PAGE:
Stalin: The Court of the Red Tsar
By Simon Sebag Montefiore
Review by Alisa (History)
Simon Sebag Montefiore’s The Court of the Red Tsar was one of the first historical books I read from cover to cover and I truly enjoyed reading, as it was finally something that I, with the assistance of my amazing teacher, had chosen to read on my own and not for an exam or as part of my homework! Despite its length, the compelling way in which the book is written meant that I was determined to get to the end and see the book’s twists and turns along the way.
Montefiore’s account of Stalin’s life as the leader of the Soviet Union is not your typical narration of him as a paranoid, murderous dictator. Although this side of him is apparent in the work, what I found particularly striking when reading the book in Year 12, was the human side of Stalin that Montefiore depicts – something that was often forgotten in the classroom in our immediate labelling of dictators as psychopaths. I found that the book forced me to see Stalin in a light that I had not considered him in before in my historical analyses: as a father, as a family man, as someone who regularly attended dinner parties with his close circle of friends. And it is this presentation of him that I believe is truly thought-provoking, as it really made me consider how someone, with such a seemingly normal life in the background – although troubled by problems like his wife committing suicide – could order the terror and deaths of so many of his fellow countrymen. It was this more human approach taken by Montefiore in exploring Stalin’s private life which gripped me, and which I believe should be considered more in the teaching of dictatorships and their leaders, as it is important to realise that these people were human beings with somewhat “normal” upbringings- however it is the role of the historian to try and determine why they performed their subsequent actions.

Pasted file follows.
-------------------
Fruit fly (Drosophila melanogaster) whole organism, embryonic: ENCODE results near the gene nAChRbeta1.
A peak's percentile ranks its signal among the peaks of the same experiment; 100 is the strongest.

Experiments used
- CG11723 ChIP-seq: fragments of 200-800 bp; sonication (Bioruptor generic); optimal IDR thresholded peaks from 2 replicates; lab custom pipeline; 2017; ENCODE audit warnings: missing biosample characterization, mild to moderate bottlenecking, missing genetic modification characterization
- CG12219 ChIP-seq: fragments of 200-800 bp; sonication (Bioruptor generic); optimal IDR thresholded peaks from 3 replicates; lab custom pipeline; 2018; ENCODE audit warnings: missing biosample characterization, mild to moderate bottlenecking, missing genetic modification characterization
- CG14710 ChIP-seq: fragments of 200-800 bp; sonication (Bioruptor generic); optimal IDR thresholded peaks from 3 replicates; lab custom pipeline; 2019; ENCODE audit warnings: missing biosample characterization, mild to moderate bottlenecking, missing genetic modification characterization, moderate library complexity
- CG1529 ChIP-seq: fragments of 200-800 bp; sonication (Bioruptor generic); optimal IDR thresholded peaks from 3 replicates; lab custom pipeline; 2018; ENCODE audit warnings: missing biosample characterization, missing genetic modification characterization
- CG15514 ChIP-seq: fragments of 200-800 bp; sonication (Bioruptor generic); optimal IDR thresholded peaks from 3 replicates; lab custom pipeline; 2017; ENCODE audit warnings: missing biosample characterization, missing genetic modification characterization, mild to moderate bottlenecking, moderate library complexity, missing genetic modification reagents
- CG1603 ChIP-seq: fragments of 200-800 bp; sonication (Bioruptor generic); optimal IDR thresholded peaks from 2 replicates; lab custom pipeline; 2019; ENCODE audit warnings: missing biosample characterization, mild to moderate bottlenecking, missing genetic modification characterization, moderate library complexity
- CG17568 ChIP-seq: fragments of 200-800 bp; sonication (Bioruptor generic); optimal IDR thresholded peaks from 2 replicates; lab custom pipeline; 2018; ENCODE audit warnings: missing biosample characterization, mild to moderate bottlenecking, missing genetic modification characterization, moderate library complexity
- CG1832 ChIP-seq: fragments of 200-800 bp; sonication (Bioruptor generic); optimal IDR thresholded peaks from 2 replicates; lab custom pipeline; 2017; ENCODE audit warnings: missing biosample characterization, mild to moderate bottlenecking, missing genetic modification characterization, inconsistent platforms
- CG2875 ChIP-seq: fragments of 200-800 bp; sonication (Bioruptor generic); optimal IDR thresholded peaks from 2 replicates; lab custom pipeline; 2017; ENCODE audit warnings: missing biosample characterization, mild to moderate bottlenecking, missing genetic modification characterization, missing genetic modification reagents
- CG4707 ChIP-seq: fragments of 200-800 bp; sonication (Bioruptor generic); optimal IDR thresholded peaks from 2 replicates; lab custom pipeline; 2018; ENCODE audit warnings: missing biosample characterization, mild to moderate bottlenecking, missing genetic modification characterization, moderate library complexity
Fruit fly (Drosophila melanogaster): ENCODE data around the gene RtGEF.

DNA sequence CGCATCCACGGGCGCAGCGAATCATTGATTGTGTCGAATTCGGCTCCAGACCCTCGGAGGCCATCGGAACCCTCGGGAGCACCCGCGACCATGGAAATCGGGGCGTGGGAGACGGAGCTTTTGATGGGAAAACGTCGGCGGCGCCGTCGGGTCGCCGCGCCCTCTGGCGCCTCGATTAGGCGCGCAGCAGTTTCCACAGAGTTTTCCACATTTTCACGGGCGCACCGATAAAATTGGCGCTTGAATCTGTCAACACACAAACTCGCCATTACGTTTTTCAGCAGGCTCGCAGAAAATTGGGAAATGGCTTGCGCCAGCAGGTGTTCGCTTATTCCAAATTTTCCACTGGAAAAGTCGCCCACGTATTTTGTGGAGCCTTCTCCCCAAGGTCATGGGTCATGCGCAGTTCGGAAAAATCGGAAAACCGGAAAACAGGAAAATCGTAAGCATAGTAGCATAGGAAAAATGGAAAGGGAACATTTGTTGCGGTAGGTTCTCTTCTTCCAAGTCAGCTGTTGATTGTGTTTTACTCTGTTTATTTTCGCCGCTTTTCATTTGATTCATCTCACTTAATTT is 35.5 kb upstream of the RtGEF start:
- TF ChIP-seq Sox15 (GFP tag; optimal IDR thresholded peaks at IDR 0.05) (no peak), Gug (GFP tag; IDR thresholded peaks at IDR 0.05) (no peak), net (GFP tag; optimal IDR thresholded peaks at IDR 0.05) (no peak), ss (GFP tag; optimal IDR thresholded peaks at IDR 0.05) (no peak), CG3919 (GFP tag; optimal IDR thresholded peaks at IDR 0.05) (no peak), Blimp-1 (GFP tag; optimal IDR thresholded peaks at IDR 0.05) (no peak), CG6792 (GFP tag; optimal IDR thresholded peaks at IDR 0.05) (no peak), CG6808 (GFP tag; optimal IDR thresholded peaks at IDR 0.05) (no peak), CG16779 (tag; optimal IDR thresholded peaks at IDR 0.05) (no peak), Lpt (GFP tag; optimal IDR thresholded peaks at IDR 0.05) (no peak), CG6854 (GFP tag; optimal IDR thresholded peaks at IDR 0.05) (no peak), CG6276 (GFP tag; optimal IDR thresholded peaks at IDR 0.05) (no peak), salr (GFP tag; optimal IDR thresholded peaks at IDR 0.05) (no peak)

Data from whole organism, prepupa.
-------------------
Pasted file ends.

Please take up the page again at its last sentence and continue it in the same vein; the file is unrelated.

I also appreciated that the book read slightly like a novel and thus differed considerably from the comparatively dry and more rigid writing-style of other academic and non-fiction books, and for this reason I highly recommend this book to anyone particularly interested in Stalin and his life, but also to those interested in dictatorships in general and what went on “behind-the-scenes”. This book has also really helped me understand the importance of considering human emotion when analysing history, something which has been very useful in my current studies of the Holocaust and other genocides.
Stalin: The Court of the Red Tsar by Simon Sebag Montefiore